The seven dwarfs may not have had it right when they sang about whistling when you work. At least in terms of working in the theater as it’s considered to be a pretty unlucky practice. Many years ago, before we used intercoms and other fancy modern tools, the crews working a show most likely had on again off again careers as sailors. Since both ships and the stage shared a similar series of ropes, these workers would communicate complicated cues through whistling. If an actor or someone outside the crew felt inspired to whistle their own tune, it could confuse the system, resulting in potentially dangerous cue mistakes. While the crew may no longer use whistling as a way to monitor the show, it’s still considered unlucky to whistle in a theater and as the superstition goes, if you do, someone in your production will be meet an unfortunate fate.
Apparently, peacock feathers are a big no-no in the theater world and under no circumstance should they be incorporated into a production in any capacity; be it, as a prop or costume piece, or disaster will consume the production. There are tales of erupting chaos involving fires and collapsing sets all blamed on the use of peacock feathers. It’s believed that the feather embodies an “evil eye” that wrecks havoc on any production by cursing them. Perhaps this one relates back to the Greek myth of Argus, a monster consisting of a hundred eyes, and Hera who had them forever kept in a peacock’s tail. Plus considering what we already learned from using blue and green colors in the theater, this one may just be best to avoid.
The Last Line!
In some theater circles, it is considered bad luck to rehearse the last line of the play until you open for an audience. As the show isn’t really a show until people are present to witness it, it’s thought to be unlucky. I hadn’t honestly heard this one before but hey, whatever floats your set piece boat. Often, the theater will open the final dress rehearsal to a small crowd so that they can perform the play in its entirety before opening night. Final dress rehearsal is often a source of superstition material as many practicing artists live by the “bad dress, great show” logic. Perhaps that one was invented by directors to cheer their cast from a lousy last rehearsal or as a means to excuse a poor performance before opening.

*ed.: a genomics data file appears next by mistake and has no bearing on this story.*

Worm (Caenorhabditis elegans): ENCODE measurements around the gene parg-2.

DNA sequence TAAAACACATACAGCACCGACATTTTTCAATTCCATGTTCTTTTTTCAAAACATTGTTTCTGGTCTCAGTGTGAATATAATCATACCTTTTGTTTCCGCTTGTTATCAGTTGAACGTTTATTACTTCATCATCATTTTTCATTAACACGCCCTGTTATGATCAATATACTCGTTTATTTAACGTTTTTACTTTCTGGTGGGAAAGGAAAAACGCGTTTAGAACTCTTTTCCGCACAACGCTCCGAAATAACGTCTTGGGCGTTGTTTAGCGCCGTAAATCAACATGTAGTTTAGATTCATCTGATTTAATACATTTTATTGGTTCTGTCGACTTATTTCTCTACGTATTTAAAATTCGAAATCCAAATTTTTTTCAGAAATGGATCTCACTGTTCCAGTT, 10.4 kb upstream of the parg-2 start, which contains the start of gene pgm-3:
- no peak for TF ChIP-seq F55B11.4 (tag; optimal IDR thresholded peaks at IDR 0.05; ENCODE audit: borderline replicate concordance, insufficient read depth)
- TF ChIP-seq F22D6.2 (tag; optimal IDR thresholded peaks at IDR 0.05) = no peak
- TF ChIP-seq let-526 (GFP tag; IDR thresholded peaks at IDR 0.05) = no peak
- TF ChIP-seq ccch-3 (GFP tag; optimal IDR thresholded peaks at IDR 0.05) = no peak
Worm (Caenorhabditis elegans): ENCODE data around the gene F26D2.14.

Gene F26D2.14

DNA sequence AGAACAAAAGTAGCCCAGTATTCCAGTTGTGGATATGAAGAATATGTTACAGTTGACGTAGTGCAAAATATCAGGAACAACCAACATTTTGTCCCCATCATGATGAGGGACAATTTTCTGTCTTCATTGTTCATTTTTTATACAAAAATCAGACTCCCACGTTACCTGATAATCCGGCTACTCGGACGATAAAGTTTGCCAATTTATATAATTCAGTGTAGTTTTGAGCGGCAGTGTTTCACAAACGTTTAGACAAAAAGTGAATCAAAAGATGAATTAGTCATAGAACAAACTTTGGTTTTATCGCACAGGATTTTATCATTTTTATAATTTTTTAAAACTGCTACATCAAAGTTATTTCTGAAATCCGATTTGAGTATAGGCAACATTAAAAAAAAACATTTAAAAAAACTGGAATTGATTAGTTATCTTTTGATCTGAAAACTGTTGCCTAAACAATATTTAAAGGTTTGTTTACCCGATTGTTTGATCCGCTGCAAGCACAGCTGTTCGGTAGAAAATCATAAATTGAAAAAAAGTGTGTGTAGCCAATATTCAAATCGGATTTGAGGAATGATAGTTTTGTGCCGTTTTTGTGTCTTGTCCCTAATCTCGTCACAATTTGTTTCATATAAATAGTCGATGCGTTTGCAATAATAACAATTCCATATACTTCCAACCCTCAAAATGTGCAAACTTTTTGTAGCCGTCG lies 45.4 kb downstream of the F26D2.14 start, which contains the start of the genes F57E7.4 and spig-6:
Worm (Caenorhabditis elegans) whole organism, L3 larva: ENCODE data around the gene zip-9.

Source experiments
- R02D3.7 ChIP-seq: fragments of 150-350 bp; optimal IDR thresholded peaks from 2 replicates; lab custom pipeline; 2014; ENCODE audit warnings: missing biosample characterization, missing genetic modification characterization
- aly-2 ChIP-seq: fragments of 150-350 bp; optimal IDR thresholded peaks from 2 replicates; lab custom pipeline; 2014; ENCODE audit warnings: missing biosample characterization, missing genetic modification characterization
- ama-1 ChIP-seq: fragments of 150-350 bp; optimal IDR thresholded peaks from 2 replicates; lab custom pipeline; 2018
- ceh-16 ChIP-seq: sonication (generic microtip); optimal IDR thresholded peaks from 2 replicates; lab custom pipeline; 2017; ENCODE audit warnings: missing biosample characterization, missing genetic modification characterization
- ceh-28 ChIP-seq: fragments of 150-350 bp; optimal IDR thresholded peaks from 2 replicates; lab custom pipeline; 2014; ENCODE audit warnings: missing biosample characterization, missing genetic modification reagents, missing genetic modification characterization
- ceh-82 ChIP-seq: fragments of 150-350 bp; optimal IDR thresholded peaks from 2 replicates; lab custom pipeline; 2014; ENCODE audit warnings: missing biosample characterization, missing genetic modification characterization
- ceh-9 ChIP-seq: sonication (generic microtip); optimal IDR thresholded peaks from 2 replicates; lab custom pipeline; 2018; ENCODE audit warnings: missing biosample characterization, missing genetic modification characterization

It’s thought to be good luck to give your director and/or leading lady flowers stolen from a graveyard on closing night. The flowers are meant to represent “the death of the show” and allowing it to be put to rest. It’s also a practical idea since stolen graveyard flowers are free! And we all know that a professional life in the theater does not often yield great piles of money.
And our final point of discussion returns back to the origin of this blog. The mighty Macbeth. “The Scottish Curse” has been blamed for countless catastrophes and misfortunes throughout the years but this is yet another superstition that has a variety of suspected roots. Some believe that chants used by the witches in the story were from real practicing witches who were so disenchanted by the play and their resemblance that they cursed the show forever. While others think that maybe it’s just because the piece is ultimately violent and full of stage combat requirements. Add in a little dim lighting and things are likely to go wrong. If you do make the mistake of uttering “Macbeth” inside of a theater, the offender must leave the space, turn clockwise three times, and then beg to be allowed back in the building. It’s dramatic, but what else would you expect from drama folks?
And with that, I’ll leave you for now and return to memorizing my lines. But how about you? Do you practice any of these theater superstitions? How do you get through a production? As always, we’d love to hear from you.
[…] post is heartfelt and full of a kind of determined enthusiasm that is infectious. Her post abouttheatre traditions/ superstitions was very funny (if I had known that thing about peacock feathers I might have made different […]
[…] make up for it in a certain level of social grace. Though I have no problem saying it, I recognise that others feel differently. And given that those people are my collaborators, and that we rely on one another to perform our […]